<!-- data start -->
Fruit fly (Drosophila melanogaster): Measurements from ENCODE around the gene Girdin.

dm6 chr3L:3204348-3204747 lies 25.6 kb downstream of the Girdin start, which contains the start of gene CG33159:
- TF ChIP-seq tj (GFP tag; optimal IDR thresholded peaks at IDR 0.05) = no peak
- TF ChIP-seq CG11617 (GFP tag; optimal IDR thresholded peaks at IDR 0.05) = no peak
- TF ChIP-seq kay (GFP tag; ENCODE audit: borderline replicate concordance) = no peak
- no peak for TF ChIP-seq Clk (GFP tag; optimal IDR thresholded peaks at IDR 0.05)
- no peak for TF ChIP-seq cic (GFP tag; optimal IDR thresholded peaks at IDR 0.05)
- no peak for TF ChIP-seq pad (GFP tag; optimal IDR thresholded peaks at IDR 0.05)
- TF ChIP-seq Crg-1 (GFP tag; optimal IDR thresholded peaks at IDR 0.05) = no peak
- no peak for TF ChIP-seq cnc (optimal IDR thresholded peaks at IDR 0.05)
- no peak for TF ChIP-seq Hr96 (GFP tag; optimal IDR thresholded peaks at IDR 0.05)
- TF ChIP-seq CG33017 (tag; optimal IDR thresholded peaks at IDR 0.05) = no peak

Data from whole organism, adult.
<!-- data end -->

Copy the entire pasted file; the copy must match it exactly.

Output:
Fruit fly (Drosophila melanogaster): Measurements from ENCODE around the gene Girdin.

dm6 chr3L:3204348-3204747 lies 25.6 kb downstream of the Girdin start, which contains the start of gene CG33159:
- TF ChIP-seq tj (GFP tag; optimal IDR thresholded peaks at IDR 0.05) = no peak
- TF ChIP-seq CG11617 (GFP tag; optimal IDR thresholded peaks at IDR 0.05) = no peak
- TF ChIP-seq kay (GFP tag; ENCODE audit: borderline replicate concordance) = no peak
- no peak for TF ChIP-seq Clk (GFP tag; optimal IDR thresholded peaks at IDR 0.05)
- no peak for TF ChIP-seq cic (GFP tag; optimal IDR thresholded peaks at IDR 0.05)
- no peak for TF ChIP-seq pad (GFP tag; optimal IDR thresholded peaks at IDR 0.05)
- TF ChIP-seq Crg-1 (GFP tag; optimal IDR thresholded peaks at IDR 0.05) = no peak
- no peak for TF ChIP-seq cnc (optimal IDR thresholded peaks at IDR 0.05)
- no peak for TF ChIP-seq Hr96 (GFP tag; optimal IDR thresholded peaks at IDR 0.05)
- TF ChIP-seq CG33017 (tag; optimal IDR thresholded peaks at IDR 0.05) = no peak

Data from whole organism, adult.